BAA still mulling challenge to Stansted sell-off

AIRPORTS group BAA said today it was still “considering its position” following the latest reverse in its long-running battle with competition chiefs over an order to sell-off Stansted Airport.

The statement came as the BAA subsidiary which runs Heathrow and Stansted airports reported reduced losses for 2011, helped by improved turnover and cash generation.

Revenue grew by 9.9%, from �2.07billion in 2010 to �2.28bn, and cash generation by 23.3%, from �918.5million to �1.13bn.

Losses before exceptional items were 19.2% lower at �166.7m, against �206.2m, while bottom-line pre-tax losses were down by a similar margin at �255.8m against �316.6m.

As previously reported by BAA, passenger numbers at Stansted fell by 2.8% last year to 18.0million, against 18.6million in 2010, while numbers at Heathrow grew by 5.5% to a record 69.4million, from 65.7million. The combined total for the two London airports of 87.4million represented an overall increase of 3.7%.

BAA added today that punctuality at Heathrow had reached its highest level in more than a decade, with 79% of aircraft leaving within 15 minutes of their scheduled time against 71% the previous year. Punctuality also improved at Stansted, from 78% to 88%.

In July 2011, the Competion Commission ruled that there had been no material changes in circumstances that required it to review its decision in 2009 that BAA should have to sell Stansted, together with either Glasgow or Edinburgh airport in Scotland.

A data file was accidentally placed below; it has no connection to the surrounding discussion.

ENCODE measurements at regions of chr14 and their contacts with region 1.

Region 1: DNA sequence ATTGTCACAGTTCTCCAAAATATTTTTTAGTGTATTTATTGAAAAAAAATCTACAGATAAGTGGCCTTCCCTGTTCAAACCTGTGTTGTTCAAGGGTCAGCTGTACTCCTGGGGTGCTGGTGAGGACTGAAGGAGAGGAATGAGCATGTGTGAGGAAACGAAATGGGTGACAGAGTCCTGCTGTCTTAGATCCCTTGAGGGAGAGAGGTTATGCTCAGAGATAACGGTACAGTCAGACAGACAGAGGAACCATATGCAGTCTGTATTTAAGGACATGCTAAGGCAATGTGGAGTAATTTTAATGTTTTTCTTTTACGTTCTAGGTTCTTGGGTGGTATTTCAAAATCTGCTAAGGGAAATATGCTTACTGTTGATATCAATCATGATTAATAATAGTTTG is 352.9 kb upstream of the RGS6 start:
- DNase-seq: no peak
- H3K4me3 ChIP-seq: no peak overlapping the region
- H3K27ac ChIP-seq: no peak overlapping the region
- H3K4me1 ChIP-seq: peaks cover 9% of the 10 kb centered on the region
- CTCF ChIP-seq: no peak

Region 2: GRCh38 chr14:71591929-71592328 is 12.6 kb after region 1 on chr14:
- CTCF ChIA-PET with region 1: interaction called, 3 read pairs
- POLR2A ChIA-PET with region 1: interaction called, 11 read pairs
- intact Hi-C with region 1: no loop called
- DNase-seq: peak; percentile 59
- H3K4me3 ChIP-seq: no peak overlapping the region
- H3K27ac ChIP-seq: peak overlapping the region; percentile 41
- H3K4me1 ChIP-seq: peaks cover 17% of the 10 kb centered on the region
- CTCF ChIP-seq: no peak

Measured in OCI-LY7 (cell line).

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A challenge by BAA was heard by the Competition Appeal Tribunal in December, with the CAT upholding the original decision earlier this month.

“BAA is currently considering its position in the light of the CAT’s decision,” the group said today.

In view of the delayed resolution to the Stansted issue, the CC has reversed the order of the sell-off with BAA currently in the process of seeking a buyer for Edinburgh airport.

BAA added that although in 2010 the coalition had ruled out the development of any new runways in the South East, there were now signs that the Government recognised the issue of airport capacity.

Colin Matthews, chief executive of BAA, said: “BAA delivered a strong operational performance in 2011 with record traffic levels and high service standards at Heathrow.

“Last year saw Heathrow’s best punctuality performance in over a decade and the international Airport Service Quality passenger survey showed that 70% of Heathrow’s passengers rated their experience as ‘Excellent’ or ‘Very Good’, compared with just 41% when the Ferrovial-led consortium bought BAA in 2006.

“We continued to invest significantly in further improving our airports during 2011, particularly on the new

Heathrow Terminal 2.

“The group’s financial position has been strengthened with �3 billion in new financing completed in the last 12 months and we have fully repaid our �4.4 billion bank bridge loan nearly two years early.

“We are pleased that the UK Government recognised the importance of a successful hub airport to UK economic growth in its Autumn statement. All potential solutions to the UK’s lack of hub airport capacity have their pros and cons and all should be on the table to ensure the right solution is found for both the short and long term.”